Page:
We are pleased to announce that thanks to congressional funding received through the Farm Bill extension, FFAR is proceeding with Seeding Solutions in 2024. We will provide additional information about dates for application submissions as soon as possible. Please visit the Seeding Solutions page for future updates.

    The US Dairy Forage Research Center
    The US Dairy Forage Research Center is 1 of about 90 locations of the of the USDA Agricultural Research Service. Its strength lies in a multidisciplinary and integrated approach to research that includes soil, forage crops, forage management, ruminant nutrition, manure management, and environmental sustainability. It is one of the few USDA facilities that has a research dairy herd. Established in 1981, the main offices and laboratories are located on the west side of the University of Wisconsin-Madison campus, with research farms near Prairie du Sac, Wisconsin, and Stratford, Wisconsin. Additional research laboratories and offices are located in Marshfield, Wisconsin. Center Director Dennis Hancock, PhD, recently presented the annual State of the Center Address. Some highlights included:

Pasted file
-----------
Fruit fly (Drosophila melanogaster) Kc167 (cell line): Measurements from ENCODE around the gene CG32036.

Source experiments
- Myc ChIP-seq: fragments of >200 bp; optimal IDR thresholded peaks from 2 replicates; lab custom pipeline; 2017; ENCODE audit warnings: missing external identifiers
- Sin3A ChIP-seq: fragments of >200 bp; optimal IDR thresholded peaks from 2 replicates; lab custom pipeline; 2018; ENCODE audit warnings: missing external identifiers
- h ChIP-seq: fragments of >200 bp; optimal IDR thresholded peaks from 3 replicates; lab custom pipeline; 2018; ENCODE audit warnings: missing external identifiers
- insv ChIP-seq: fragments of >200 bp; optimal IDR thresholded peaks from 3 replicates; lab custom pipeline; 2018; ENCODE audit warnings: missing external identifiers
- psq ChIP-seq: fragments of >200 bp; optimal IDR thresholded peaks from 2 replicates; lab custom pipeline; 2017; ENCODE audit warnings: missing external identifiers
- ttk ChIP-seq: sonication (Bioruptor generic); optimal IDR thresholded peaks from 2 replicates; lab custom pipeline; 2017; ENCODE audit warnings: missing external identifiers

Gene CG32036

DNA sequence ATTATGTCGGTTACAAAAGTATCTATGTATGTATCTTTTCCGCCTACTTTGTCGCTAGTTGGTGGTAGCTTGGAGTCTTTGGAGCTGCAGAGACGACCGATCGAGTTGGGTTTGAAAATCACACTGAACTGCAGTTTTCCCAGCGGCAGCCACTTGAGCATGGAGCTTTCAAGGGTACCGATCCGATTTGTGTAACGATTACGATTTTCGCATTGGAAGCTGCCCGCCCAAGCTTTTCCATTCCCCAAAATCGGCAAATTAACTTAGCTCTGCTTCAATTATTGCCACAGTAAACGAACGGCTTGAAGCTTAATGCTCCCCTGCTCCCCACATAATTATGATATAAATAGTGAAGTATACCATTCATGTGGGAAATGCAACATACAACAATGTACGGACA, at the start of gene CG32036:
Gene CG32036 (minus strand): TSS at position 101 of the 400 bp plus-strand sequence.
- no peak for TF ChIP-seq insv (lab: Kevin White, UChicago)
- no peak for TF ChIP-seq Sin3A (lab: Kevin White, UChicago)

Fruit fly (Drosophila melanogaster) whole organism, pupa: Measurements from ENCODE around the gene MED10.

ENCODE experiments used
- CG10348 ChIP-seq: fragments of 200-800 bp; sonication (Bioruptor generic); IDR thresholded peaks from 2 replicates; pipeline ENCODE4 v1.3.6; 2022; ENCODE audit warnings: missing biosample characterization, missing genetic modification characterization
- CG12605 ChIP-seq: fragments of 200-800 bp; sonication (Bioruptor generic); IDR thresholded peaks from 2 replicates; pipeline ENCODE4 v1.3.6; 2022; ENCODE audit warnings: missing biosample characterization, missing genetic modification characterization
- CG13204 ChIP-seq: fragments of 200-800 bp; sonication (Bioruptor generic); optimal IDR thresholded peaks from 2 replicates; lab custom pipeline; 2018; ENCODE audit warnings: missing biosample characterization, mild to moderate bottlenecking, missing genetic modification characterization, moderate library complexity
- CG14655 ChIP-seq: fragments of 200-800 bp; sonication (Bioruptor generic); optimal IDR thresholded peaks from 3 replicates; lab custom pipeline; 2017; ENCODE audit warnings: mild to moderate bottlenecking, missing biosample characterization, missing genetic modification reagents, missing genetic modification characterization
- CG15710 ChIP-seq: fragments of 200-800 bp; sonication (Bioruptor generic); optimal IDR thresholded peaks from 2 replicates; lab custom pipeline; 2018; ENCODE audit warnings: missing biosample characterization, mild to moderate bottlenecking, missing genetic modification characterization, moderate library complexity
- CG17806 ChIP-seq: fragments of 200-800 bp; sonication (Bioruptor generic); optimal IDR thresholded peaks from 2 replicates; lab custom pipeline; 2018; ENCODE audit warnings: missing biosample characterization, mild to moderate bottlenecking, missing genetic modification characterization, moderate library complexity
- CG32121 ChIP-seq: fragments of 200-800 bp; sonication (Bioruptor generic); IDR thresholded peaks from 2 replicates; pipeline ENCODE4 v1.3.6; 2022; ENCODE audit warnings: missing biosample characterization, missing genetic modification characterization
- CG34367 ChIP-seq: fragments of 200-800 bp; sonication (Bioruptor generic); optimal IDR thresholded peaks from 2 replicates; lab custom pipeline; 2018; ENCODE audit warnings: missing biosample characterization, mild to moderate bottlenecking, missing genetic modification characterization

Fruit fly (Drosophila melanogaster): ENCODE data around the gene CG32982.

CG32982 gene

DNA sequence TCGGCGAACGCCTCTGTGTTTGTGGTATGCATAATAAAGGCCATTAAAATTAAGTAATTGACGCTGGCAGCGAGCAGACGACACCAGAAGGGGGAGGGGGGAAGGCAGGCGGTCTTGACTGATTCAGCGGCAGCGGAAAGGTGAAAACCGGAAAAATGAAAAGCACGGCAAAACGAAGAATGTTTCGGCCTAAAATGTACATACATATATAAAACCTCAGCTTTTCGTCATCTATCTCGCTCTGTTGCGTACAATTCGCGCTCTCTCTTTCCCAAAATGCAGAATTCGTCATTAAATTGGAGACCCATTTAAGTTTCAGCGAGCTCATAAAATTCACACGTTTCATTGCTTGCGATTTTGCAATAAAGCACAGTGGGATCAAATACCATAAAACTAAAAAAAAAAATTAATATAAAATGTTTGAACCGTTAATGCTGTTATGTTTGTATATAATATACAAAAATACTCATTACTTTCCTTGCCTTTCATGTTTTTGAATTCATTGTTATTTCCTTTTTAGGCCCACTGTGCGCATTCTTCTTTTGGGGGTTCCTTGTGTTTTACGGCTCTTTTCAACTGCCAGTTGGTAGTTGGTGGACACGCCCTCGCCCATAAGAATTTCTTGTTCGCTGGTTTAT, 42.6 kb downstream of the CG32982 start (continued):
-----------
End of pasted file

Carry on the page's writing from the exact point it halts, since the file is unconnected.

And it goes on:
• Since FY19, the Center has substantially expanded research projects from 48 to 64, including 33 non-assistance cooperative agreements, 13 research support agreements, 12 non-funded cooperative agreements, 3 IRAs, 1 cooperative research and development agreement, and 2 CA, as well as 8 Current Research Information System projects.